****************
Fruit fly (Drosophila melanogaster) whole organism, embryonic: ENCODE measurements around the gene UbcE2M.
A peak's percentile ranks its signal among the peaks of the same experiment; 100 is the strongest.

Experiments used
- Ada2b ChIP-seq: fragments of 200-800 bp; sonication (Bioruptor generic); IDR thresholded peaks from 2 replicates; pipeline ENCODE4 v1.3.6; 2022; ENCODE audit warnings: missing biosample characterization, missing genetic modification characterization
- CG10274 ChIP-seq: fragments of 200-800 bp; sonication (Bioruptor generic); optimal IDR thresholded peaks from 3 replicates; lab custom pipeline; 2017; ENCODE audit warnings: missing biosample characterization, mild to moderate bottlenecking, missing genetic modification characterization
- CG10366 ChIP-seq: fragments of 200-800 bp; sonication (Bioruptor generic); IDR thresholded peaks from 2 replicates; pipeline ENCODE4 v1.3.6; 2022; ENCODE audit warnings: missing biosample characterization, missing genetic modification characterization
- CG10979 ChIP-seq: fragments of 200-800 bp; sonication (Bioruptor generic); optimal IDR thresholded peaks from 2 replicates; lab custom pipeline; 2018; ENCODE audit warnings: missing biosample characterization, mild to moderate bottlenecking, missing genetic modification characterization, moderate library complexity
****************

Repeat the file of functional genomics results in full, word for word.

Fruit fly (Drosophila melanogaster) whole organism, embryonic: ENCODE measurements around the gene UbcE2M.
A peak's percentile ranks its signal among the peaks of the same experiment; 100 is the strongest.

Experiments used
- Ada2b ChIP-seq: fragments of 200-800 bp; sonication (Bioruptor generic); IDR thresholded peaks from 2 replicates; pipeline ENCODE4 v1.3.6; 2022; ENCODE audit warnings: missing biosample characterization, missing genetic modification characterization
- CG10274 ChIP-seq: fragments of 200-800 bp; sonication (Bioruptor generic); optimal IDR thresholded peaks from 3 replicates; lab custom pipeline; 2017; ENCODE audit warnings: missing biosample characterization, mild to moderate bottlenecking, missing genetic modification characterization
- CG10366 ChIP-seq: fragments of 200-800 bp; sonication (Bioruptor generic); IDR thresholded peaks from 2 replicates; pipeline ENCODE4 v1.3.6; 2022; ENCODE audit warnings: missing biosample characterization, missing genetic modification characterization
- CG10979 ChIP-seq: fragments of 200-800 bp; sonication (Bioruptor generic); optimal IDR thresholded peaks from 2 replicates; lab custom pipeline; 2018; ENCODE audit warnings: missing biosample characterization, mild to moderate bottlenecking, missing genetic modification characterization, moderate library complexity